I am an associate at an AmLaw top ten firm.
Your question is complex. Why do you want to major in psychology? If it is because you are personally interested in it, and you might do something other than go to law school, then go for it. If there's a chance you might want to go into counseling or social work, there's no reason not to major in psych. You can still get into law school -- no law school will hold a non-law related major against you when considering you for admission.
But if you know you're going to law school, and you want to major in the discipline that will be most useful to you, there's truly only one answer to your question. Major in English. Learn to read (i.e., to comprehend and analyze what you are reading). Learn to write (i.e., persuasively, objectively, technically, analytically). Assuming you know how to read and write, learn to read and write better. Concentrate on becoming the best reader and writer you can. That is what will help you as a lawyer more than anything else you might learn as a college student.
If you have an aversion to an English major, then major in philosophy. Sounds "useless" to you? Wrong. Learn to think. Learn to argue. Learn to push contradictory ideas up against each other, and evaluate them. Learn the significance of the context to that evaluation.
Do not concentrate on trying to learn substantive material that you believe will help you in law school. It won't. You will be taught all the substantive material you need while you are in law school. You don't need to understand "political science" to succeed in law school (or as a lawyer); you don't need to know a lot of "history" to succeed in law school (or as a lawyer); you don't need even need to know a lot of LAW to succeed in law school (or as a lawyer). Law school will give you what you need in those respects and, where it does not, you will gather it on your own in your practice of the law.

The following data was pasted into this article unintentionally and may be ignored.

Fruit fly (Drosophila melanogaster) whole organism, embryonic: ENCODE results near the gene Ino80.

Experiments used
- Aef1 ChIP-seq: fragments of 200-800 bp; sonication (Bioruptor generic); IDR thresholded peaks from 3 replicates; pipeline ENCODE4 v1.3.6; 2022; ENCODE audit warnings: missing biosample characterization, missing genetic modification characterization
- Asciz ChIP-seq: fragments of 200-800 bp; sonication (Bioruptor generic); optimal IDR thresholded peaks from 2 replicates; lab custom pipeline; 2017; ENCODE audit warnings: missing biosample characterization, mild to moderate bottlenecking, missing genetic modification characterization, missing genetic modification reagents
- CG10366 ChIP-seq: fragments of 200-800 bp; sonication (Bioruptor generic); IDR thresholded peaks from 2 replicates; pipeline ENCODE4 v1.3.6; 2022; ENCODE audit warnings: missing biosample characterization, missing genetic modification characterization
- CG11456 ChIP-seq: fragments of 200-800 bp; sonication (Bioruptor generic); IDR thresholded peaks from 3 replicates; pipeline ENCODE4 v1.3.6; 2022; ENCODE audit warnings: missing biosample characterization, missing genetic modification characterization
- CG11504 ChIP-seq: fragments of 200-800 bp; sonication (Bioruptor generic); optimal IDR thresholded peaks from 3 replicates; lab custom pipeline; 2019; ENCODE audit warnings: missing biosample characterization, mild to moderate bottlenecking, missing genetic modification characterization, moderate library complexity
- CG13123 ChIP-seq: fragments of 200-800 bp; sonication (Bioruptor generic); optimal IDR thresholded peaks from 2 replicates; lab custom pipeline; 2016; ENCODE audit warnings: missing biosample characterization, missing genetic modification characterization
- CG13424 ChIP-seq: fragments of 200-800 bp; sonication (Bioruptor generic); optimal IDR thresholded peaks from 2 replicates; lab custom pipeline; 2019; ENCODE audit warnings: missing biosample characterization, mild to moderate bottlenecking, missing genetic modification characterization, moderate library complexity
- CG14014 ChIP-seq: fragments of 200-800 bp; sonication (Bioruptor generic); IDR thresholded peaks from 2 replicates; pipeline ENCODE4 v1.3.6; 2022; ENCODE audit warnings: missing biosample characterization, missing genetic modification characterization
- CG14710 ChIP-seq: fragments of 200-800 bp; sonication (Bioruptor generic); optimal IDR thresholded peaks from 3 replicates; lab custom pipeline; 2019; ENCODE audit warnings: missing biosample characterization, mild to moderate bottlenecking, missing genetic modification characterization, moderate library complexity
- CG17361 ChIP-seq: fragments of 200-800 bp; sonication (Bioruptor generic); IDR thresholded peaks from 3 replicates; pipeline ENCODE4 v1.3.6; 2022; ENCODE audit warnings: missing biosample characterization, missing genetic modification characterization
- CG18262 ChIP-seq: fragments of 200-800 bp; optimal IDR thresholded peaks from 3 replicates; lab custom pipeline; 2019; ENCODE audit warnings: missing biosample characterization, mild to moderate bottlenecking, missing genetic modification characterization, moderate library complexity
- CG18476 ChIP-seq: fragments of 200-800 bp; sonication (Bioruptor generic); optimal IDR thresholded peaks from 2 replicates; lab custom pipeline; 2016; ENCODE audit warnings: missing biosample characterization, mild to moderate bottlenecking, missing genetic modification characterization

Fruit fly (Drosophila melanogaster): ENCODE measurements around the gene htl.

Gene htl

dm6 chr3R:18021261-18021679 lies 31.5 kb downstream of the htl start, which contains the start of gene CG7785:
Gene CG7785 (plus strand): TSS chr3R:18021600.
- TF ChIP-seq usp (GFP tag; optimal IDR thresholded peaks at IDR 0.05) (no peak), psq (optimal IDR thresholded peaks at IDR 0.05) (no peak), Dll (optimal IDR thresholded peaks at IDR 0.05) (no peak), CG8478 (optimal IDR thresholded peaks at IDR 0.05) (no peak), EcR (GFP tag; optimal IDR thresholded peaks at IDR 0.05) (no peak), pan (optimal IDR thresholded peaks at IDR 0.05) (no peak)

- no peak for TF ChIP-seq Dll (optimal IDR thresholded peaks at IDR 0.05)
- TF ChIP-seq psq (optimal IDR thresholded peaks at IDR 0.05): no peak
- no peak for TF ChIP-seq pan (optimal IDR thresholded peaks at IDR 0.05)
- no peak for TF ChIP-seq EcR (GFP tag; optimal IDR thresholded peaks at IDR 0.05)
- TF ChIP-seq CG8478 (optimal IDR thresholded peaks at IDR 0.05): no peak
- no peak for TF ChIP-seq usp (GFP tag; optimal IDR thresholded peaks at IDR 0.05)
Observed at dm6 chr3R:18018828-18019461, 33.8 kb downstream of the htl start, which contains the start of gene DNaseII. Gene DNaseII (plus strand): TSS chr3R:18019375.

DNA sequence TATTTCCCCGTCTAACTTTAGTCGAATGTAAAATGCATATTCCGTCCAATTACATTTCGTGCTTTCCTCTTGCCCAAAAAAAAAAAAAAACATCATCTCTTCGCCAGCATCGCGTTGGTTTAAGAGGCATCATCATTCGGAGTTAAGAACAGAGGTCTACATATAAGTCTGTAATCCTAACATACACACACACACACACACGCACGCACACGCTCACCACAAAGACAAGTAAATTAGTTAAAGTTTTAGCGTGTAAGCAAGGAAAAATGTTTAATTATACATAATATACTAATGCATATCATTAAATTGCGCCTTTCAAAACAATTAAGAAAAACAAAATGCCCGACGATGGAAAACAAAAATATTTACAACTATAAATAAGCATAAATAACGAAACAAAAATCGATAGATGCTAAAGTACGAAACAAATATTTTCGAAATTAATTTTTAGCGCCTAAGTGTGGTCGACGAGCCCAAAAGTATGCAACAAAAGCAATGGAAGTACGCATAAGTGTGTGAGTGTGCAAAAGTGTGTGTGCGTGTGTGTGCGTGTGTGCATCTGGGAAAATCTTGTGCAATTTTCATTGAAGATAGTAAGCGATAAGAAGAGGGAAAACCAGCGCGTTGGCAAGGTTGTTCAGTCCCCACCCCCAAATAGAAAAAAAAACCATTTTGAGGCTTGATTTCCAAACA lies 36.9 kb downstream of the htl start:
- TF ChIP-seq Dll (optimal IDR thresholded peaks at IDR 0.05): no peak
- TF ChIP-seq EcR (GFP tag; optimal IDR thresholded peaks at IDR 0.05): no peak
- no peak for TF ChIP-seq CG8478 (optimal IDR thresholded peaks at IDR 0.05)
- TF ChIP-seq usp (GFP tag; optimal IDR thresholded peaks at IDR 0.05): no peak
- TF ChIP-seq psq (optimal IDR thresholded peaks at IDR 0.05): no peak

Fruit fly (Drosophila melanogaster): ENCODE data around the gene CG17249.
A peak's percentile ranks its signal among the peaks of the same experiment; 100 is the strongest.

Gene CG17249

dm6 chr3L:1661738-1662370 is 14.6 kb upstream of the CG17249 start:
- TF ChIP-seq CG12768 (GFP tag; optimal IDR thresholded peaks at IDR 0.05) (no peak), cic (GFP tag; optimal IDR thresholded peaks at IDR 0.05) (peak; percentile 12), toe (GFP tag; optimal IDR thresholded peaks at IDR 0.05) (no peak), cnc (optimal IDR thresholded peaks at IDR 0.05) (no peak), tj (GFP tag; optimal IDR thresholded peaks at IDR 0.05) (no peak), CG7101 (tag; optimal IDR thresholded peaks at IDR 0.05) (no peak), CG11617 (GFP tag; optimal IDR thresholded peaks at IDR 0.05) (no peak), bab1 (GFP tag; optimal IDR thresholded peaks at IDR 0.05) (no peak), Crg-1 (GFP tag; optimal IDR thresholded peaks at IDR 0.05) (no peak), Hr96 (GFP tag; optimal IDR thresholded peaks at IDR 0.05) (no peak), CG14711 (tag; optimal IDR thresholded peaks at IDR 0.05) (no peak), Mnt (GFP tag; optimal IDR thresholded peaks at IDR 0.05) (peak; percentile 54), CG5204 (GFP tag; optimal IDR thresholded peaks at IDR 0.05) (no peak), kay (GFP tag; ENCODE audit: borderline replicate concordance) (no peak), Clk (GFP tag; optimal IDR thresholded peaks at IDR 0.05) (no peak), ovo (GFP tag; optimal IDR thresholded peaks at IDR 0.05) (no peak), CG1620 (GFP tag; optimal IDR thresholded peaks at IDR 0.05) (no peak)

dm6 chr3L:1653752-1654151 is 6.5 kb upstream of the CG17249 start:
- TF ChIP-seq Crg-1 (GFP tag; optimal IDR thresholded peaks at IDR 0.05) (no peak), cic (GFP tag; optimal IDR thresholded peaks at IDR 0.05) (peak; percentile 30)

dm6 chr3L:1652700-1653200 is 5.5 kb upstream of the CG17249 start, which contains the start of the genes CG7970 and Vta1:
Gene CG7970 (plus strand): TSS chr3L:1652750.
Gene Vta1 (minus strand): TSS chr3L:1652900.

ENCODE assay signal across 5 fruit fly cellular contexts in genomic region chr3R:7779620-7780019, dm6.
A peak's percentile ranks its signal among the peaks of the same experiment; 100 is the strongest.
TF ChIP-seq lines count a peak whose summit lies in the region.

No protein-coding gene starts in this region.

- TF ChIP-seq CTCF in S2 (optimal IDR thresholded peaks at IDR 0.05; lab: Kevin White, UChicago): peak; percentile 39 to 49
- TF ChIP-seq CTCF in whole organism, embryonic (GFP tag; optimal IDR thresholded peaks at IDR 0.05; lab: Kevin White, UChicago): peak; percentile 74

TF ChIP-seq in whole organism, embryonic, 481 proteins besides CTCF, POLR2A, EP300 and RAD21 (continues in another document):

What you need to know before you show up at law school is how to read, write, and think. In law school, you will be taught to read, write, and think like a lawyer. You can always minor in psych.
This answer is about what you need to succeed in law school, not about what you need to gain admission. As to the latter, your major is unimportant. Approximately 90% of the admissions decision for all the top law schools is a formulaic weighted analysis of your undergraduate GPA combined with your LSAT score.
It depends on your grades. If you don't have straight A's, forget about getting a job as a lawyer.